The call may be initiated using VoIP (Voice over Internet Protocol) or the Public Switched Telephone Network (PSTN), depending on the architecture and service being utilized. When using VoIP, the call is forwarded to the recipient via the internet. It follows conventional telephone routing while using PSTN.
- Passing Caller ID Information:
When a call setup request is issued, the spoofing service sends the telecom carrier or VoIP provider the caller ID information (both real and fake). This is accomplished using signaling protocols, such as SIP (Session Initiation Protocol) for VoIP calls or SS7 for classic PSTN calls.
- Carrier’s Role:
The call setup request with caller ID information is sent to the telecom carrier or VoIP provider. This information is normally verified in a legitimate scenario and delivered to the recipient in its current state. However, when Caller ID is spoofing, the fake data is sent together with the request.
- Intercepting SS7 (if applicable):
The attacker may now intercept and change SS7 signaling packets to manipulate the caller ID data if the design uses SS7 (Signaling System 7) for call routing and they have access to SS7 vulnerabilities.
- Recipient’s Phone Rings:
As soon as the recipient’s phone rings, the fake caller ID information appears on their screen. This includes the caller’s selected phone number and fake caller name.
- Call Completion:
If the person receiving the call picks up, they are connected to the caller. The fake caller ID is shown while the discussion is still being carried out.
- End of Call:
The spoofed caller ID information usually appears in the recipient’s call history after the contact has ended, giving an illusion that the call originated from the spoofed source.
It’s critical to highlight that Caller ID spoofing can be employed maliciously as well as for good. While some services have legitimate applications, such as showing a reliable business number, others can be used for fraud, phishing, and scams. Furthermore, the security of the architecture can differ significantly depending on the service provider and the safeguards in place to guard against abuse.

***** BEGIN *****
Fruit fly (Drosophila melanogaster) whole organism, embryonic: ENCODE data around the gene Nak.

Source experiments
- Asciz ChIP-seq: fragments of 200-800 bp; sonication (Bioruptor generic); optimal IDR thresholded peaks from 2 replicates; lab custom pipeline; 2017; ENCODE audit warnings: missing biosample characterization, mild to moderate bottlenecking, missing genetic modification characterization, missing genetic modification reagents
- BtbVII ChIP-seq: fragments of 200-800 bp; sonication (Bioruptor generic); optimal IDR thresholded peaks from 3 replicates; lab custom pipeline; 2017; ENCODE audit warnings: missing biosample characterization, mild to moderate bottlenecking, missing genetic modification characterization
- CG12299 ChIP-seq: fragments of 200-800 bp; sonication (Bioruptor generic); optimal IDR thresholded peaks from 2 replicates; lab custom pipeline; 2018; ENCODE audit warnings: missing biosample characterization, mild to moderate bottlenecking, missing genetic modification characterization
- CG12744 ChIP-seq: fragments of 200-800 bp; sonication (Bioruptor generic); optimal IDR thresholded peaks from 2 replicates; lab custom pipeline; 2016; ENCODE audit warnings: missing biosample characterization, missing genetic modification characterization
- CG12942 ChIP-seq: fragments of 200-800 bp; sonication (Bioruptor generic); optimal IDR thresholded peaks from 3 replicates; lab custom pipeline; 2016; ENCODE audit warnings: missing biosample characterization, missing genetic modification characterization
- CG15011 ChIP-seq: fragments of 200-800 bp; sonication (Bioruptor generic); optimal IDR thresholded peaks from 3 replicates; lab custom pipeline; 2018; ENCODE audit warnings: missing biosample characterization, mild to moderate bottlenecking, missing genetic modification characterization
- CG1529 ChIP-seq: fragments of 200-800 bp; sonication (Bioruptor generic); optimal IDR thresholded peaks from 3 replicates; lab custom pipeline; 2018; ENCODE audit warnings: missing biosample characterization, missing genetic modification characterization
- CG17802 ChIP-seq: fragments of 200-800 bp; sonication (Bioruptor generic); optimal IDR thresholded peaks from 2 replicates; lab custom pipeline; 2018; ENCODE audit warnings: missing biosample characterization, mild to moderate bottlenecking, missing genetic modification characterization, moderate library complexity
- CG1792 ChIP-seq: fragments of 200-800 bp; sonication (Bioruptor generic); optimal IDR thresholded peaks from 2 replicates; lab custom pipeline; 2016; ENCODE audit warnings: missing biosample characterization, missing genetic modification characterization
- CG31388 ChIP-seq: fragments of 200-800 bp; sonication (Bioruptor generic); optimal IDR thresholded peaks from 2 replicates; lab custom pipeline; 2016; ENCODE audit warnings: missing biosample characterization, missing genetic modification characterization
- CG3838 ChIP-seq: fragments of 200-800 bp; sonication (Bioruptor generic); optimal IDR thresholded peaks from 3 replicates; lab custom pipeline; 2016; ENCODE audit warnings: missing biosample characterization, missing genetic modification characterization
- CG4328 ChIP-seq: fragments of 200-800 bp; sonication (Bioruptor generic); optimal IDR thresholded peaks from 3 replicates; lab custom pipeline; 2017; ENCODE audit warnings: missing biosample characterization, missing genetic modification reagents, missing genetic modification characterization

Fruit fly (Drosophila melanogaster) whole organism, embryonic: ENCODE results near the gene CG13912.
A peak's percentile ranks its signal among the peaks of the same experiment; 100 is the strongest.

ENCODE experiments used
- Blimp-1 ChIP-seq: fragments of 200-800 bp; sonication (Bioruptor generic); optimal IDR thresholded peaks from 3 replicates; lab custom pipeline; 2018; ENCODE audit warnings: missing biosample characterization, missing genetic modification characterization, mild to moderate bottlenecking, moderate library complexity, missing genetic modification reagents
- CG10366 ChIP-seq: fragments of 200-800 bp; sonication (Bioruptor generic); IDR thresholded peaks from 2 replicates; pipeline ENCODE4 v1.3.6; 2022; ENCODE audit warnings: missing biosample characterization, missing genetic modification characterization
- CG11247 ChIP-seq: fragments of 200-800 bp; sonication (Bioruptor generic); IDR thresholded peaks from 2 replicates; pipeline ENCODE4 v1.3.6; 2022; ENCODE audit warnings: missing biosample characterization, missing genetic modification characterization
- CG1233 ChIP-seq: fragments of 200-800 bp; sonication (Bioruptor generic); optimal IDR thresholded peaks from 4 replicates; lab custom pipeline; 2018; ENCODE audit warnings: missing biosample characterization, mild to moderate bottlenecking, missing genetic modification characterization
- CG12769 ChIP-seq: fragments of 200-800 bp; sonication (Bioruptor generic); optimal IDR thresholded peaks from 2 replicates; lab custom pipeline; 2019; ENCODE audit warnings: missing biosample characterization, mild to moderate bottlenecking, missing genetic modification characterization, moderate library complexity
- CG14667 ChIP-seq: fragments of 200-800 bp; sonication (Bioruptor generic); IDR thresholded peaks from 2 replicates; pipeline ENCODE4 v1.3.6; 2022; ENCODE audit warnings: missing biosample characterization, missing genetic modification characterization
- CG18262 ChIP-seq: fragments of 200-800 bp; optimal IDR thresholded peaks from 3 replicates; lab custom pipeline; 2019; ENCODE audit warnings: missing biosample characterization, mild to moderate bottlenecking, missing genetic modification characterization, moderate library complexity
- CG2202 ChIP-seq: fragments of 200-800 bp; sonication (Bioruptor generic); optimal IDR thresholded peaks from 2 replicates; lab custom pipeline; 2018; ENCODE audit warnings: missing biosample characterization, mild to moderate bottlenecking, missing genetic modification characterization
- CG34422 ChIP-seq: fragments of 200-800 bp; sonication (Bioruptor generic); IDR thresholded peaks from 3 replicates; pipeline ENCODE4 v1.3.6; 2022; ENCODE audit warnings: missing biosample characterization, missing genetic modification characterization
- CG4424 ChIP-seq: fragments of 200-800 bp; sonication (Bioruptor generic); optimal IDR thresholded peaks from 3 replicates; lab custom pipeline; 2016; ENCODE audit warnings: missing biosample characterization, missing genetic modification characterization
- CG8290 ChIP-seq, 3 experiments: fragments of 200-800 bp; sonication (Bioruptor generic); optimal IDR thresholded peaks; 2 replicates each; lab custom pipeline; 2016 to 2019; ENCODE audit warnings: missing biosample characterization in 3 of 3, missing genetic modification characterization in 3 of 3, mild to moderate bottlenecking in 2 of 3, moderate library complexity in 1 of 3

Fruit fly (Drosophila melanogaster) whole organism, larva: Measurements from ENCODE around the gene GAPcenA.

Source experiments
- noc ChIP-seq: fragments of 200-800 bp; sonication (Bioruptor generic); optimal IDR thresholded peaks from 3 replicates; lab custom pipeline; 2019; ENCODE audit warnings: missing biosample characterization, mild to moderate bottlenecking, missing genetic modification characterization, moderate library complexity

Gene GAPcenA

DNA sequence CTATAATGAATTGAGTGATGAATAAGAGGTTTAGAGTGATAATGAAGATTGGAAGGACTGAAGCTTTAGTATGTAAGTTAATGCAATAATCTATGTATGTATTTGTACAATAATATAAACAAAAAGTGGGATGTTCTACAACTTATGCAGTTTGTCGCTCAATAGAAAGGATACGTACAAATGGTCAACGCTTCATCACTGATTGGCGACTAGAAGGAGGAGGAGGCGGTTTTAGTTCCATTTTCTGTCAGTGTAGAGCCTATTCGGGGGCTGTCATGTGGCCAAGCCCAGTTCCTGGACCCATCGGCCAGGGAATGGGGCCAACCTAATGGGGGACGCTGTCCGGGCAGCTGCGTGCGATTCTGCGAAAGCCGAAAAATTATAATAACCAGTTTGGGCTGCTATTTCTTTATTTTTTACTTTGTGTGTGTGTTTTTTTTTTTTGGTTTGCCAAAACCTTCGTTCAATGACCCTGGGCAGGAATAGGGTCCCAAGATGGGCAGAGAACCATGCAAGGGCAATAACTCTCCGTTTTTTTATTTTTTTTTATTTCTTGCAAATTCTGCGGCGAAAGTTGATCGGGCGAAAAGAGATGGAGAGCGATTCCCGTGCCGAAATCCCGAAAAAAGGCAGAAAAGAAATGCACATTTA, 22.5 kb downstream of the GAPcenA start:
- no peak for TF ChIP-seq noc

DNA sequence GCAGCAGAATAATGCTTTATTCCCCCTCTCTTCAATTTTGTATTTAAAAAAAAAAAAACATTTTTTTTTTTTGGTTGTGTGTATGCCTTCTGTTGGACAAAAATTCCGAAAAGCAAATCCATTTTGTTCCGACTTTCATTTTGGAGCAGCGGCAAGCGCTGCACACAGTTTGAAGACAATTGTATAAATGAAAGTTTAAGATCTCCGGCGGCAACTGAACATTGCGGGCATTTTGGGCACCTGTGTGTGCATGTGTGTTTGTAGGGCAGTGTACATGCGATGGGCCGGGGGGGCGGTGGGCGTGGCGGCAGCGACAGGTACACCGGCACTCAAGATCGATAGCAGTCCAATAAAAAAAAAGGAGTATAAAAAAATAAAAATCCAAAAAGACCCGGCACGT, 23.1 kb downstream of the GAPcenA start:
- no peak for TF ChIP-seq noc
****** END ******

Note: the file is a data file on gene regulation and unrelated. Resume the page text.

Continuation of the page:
The Need for Action
- Protecting Vulnerable Populations: Call spoofing targets elderly people and other vulnerable people. These victims are more attractive for scam artists since they might be less tech-savvy and more prone to trusting fake incoming calls.
- Legal and Regulatory Efforts: Call spoofing is forbidden by laws and regulations, and offenders are prosecuted. Successful prosecutions serve as evidence that consumer protection laws are being followed.
- Caller ID Authentication: Through the use of STIR/SHAKEN technology, caller ID authentication confirms the accuracy of the information. It is more difficult for attackers to spoof numbers with this additional degree of security.
- Anti-Spoofing Measures: Telecom companies are taking action to cut down on call spoofing. Among precautions in place are network-level screening and blocking of well-known forged numbers. Users are given control over incoming calls by providers, allowing them to recognize and stop potentially fraudulent calls.
Staying Informed and Vigilant
Educating the Public
In order to identify and report forged calls, public awareness and education are essential. We can all work together to increase awareness and defend ourselves against these dangers by remaining informed and discussing information with friends and family.
Example Video POC:
In this example, we have demonstrated a call spoofing demo. Please note that we have not provided any instructions on how to configure call spoofing or utilize any third-party services. This is purely a demo video intended for educational purposes and to raise awareness about the potential risks associated with call spoofing.
In this video POC, we have configured a VOIP service on a separate device, which we’ll refer to as the “attacker device.” In this scenario, the attacker is initiating a call from “Device B” to “Device A.” This serves as a perfect example of call spoofing, showcasing the potential risks and vulnerabilities associated with such practices.
Call spoofing is an increasing issue that affects both people and businesses. The use of it in phishing scams and money-laundering schemes highlights how urgent it is to act against this developing threat. We can defend ourselves and our communities from risk of call spoofing by remaining aware, supporting legal restrictions, and implementing technology solutions. In this digital age, education and awareness are our best weapons.